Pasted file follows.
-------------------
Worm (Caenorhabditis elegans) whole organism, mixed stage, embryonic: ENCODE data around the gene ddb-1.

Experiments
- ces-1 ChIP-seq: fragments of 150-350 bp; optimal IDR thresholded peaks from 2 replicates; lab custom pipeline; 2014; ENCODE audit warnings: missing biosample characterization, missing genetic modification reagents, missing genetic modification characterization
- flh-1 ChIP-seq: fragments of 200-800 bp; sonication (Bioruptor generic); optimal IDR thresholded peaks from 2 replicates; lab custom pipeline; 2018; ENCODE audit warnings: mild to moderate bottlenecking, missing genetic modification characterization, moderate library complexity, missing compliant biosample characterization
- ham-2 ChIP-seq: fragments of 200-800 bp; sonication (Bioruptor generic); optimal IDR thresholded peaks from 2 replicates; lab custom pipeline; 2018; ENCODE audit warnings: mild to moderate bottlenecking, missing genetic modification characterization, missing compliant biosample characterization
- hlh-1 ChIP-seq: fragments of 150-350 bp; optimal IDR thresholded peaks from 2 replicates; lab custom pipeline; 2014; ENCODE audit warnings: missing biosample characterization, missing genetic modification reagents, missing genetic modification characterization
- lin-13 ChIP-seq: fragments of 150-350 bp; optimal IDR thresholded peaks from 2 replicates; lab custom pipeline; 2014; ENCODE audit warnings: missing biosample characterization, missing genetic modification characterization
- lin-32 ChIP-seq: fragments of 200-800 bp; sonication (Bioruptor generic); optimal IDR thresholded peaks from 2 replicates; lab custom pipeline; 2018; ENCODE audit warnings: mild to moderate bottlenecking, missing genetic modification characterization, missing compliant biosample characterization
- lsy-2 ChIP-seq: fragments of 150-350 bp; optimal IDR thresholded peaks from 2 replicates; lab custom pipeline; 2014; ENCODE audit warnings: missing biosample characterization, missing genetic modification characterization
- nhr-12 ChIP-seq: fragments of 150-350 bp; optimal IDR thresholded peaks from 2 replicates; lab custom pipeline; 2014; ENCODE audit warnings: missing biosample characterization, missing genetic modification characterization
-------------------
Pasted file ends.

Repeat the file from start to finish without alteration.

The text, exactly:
Worm (Caenorhabditis elegans) whole organism, mixed stage, embryonic: ENCODE data around the gene ddb-1.

Experiments
- ces-1 ChIP-seq: fragments of 150-350 bp; optimal IDR thresholded peaks from 2 replicates; lab custom pipeline; 2014; ENCODE audit warnings: missing biosample characterization, missing genetic modification reagents, missing genetic modification characterization
- flh-1 ChIP-seq: fragments of 200-800 bp; sonication (Bioruptor generic); optimal IDR thresholded peaks from 2 replicates; lab custom pipeline; 2018; ENCODE audit warnings: mild to moderate bottlenecking, missing genetic modification characterization, moderate library complexity, missing compliant biosample characterization
- ham-2 ChIP-seq: fragments of 200-800 bp; sonication (Bioruptor generic); optimal IDR thresholded peaks from 2 replicates; lab custom pipeline; 2018; ENCODE audit warnings: mild to moderate bottlenecking, missing genetic modification characterization, missing compliant biosample characterization
- hlh-1 ChIP-seq: fragments of 150-350 bp; optimal IDR thresholded peaks from 2 replicates; lab custom pipeline; 2014; ENCODE audit warnings: missing biosample characterization, missing genetic modification reagents, missing genetic modification characterization
- lin-13 ChIP-seq: fragments of 150-350 bp; optimal IDR thresholded peaks from 2 replicates; lab custom pipeline; 2014; ENCODE audit warnings: missing biosample characterization, missing genetic modification characterization
- lin-32 ChIP-seq: fragments of 200-800 bp; sonication (Bioruptor generic); optimal IDR thresholded peaks from 2 replicates; lab custom pipeline; 2018; ENCODE audit warnings: mild to moderate bottlenecking, missing genetic modification characterization, missing compliant biosample characterization
- lsy-2 ChIP-seq: fragments of 150-350 bp; optimal IDR thresholded peaks from 2 replicates; lab custom pipeline; 2014; ENCODE audit warnings: missing biosample characterization, missing genetic modification characterization
- nhr-12 ChIP-seq: fragments of 150-350 bp; optimal IDR thresholded peaks from 2 replicates; lab custom pipeline; 2014; ENCODE audit warnings: missing biosample characterization, missing genetic modification characterization